In the 19th century, people believed in a theory called vitalism. It said that a mysterious 'life-force' was required to make the organic chemicals found in our bodies. Hermann Kolbe was among the scientists who disproved the theory, by showing that chemicals could be made in the lab.
Acetic acid is an important chemical that has many uses in our lives. For example, a 10% solution is commonly used as vinegar! Kolbe was the first to make it in the lab. He worked out that if you took a compound like carbon disulphide, and substituted the sulphur atoms step-by-step with other groups, you could finally get acetic acid. This process is called synthesis today. Kolbe was the first to introduce this word.
The ability to make acetic acid in the lab meant two things. One, this was a cheaper way of making it, compared to the old process. The old process required spoilage of wine, which was very expensive. It also helped prove structuralism.
Today we think of chemical molecules like meccano sets. But in Kolbe's time, no one had much of an idea. John Dalton had shown that elements were made of very, very tiny particles called atoms. But how did they make molecules?
The Russian Aleksandr Butlerov had suggested that molecules were built of atoms just as furniture is made by joining parts. But how would one prove this? That's where Kolbe's work helped.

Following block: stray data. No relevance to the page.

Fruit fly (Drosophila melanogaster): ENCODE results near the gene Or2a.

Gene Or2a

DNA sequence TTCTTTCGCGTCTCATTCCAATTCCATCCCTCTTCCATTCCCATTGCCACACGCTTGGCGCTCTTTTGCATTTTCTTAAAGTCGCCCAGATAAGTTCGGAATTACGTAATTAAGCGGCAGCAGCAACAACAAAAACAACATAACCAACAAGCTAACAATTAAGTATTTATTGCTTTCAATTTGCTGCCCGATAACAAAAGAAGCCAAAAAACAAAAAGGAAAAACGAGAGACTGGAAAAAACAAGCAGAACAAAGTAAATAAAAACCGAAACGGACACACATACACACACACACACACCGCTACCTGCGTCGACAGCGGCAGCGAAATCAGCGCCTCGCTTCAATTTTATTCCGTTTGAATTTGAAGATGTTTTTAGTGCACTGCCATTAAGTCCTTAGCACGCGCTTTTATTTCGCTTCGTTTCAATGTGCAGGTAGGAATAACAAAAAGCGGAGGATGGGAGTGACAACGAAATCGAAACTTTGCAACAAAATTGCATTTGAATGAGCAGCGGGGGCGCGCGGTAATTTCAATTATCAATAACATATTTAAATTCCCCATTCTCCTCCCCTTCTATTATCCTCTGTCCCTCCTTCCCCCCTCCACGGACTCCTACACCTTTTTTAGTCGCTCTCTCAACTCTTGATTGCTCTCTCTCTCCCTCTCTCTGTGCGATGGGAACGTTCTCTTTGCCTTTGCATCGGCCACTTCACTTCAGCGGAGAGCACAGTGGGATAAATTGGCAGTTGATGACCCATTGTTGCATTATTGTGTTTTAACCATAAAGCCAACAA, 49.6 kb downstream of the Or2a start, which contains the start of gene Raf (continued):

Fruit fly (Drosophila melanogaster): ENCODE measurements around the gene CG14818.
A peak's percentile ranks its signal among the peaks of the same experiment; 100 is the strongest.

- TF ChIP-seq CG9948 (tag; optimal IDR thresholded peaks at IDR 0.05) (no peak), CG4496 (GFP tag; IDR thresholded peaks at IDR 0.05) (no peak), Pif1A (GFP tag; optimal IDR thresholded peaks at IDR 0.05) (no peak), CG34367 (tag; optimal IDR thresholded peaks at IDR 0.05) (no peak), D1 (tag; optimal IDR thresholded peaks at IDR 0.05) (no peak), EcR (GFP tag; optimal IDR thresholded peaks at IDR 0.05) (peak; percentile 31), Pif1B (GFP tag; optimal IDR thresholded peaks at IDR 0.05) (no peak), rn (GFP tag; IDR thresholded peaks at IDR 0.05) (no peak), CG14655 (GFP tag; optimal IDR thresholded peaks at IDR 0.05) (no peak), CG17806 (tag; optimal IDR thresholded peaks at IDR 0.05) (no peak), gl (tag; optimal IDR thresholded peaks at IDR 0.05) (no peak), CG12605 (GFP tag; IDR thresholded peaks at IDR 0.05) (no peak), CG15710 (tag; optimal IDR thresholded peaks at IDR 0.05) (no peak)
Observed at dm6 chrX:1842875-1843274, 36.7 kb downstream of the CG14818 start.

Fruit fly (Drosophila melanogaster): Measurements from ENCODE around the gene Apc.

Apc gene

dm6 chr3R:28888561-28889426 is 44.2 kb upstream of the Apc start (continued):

Kolbe had substituted the atoms in carbon disulphide to make acetic acid, which could have happened only if structuralism was correct. Later on, Kolbe showed many more reactions to prove the point. In the process, he also found a way of making salicylic acid. That's a compound that is used for making aspirin.
Kolbe actually hated structural theory. It was proposed without any proof, so he dismissed it as being idle and lazy. He never quite realised that the proof would come from his own laboratory!
Hermann Kolbe was born on September 27th, 1818 in Ellliehausen, Germany. From an early age he was interested in chemistry, which was an up and coming science then. He went to study with famous chemists of the time like Friedrich Wohler and then Robert Bunsen (the chemist who invented the famous burner). In 1851, he got Bunsen's job as Professor of Chemistry at the University of Marburg. In 1865 he shifted to the University of Liepzig. He died in 1884.
Kolbe trained many young chemists who have become famous scientists in their own right - Peter Griess, Ernst Beckmann, Vladimir Markovnikov and Frederick Guthrie.